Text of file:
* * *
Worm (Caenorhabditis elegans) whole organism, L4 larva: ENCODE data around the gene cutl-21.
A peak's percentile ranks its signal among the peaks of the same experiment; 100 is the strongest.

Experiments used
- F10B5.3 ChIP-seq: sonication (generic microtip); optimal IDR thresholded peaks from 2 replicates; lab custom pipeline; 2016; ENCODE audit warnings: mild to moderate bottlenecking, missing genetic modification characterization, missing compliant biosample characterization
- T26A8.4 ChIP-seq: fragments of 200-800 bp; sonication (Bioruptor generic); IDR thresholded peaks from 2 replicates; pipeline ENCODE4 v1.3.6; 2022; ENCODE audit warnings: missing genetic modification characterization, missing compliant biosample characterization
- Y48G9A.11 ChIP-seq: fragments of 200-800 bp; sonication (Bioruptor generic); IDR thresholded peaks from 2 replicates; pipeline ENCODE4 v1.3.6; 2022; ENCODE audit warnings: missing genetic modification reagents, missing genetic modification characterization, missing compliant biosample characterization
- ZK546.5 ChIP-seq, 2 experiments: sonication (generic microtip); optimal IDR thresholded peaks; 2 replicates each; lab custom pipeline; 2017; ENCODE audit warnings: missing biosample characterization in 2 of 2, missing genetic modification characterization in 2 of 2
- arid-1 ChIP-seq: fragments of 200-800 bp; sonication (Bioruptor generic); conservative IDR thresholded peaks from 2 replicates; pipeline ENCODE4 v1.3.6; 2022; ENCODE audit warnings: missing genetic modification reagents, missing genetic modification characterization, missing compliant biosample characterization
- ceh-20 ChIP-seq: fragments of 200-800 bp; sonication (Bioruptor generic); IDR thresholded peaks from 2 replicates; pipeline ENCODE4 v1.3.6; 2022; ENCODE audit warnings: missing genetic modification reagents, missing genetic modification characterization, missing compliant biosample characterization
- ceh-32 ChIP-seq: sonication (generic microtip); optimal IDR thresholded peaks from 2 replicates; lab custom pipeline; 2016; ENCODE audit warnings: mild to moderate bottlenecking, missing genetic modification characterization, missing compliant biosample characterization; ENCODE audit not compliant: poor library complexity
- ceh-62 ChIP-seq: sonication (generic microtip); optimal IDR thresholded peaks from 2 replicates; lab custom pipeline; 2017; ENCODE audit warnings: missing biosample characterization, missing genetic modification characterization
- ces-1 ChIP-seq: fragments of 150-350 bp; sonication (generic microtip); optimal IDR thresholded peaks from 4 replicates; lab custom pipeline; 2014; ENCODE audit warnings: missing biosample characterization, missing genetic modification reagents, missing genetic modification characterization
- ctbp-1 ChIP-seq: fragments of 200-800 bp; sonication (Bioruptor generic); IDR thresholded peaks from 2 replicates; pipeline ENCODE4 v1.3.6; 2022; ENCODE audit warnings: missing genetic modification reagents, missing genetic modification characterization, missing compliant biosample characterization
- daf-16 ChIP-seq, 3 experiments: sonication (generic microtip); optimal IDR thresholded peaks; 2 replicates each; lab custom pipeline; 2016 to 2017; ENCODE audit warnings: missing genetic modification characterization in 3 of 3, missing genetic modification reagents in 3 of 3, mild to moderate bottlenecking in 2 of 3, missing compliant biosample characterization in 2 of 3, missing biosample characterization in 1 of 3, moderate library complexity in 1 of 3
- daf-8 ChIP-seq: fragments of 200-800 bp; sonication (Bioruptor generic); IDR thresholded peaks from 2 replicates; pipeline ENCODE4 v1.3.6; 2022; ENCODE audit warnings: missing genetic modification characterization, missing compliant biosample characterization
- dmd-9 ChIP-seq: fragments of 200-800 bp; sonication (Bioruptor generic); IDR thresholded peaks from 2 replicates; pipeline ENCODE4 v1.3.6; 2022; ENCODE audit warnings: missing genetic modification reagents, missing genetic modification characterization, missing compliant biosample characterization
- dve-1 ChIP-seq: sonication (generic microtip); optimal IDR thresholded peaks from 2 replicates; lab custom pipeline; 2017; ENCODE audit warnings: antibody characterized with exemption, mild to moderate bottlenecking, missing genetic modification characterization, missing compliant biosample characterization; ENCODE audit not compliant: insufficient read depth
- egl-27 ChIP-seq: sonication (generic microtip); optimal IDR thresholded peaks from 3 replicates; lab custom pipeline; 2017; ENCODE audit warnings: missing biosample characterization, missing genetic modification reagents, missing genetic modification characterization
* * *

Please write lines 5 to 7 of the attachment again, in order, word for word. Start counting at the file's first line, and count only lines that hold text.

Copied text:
- T26A8.4 ChIP-seq: fragments of 200-800 bp; sonication (Bioruptor generic); IDR thresholded peaks from 2 replicates; pipeline ENCODE4 v1.3.6; 2022; ENCODE audit warnings: missing genetic modification characterization, missing compliant biosample characterization
- Y48G9A.11 ChIP-seq: fragments of 200-800 bp; sonication (Bioruptor generic); IDR thresholded peaks from 2 replicates; pipeline ENCODE4 v1.3.6; 2022; ENCODE audit warnings: missing genetic modification reagents, missing genetic modification characterization, missing compliant biosample characterization
- ZK546.5 ChIP-seq, 2 experiments: sonication (generic microtip); optimal IDR thresholded peaks; 2 replicates each; lab custom pipeline; 2017; ENCODE audit warnings: missing biosample characterization in 2 of 2, missing genetic modification characterization in 2 of 2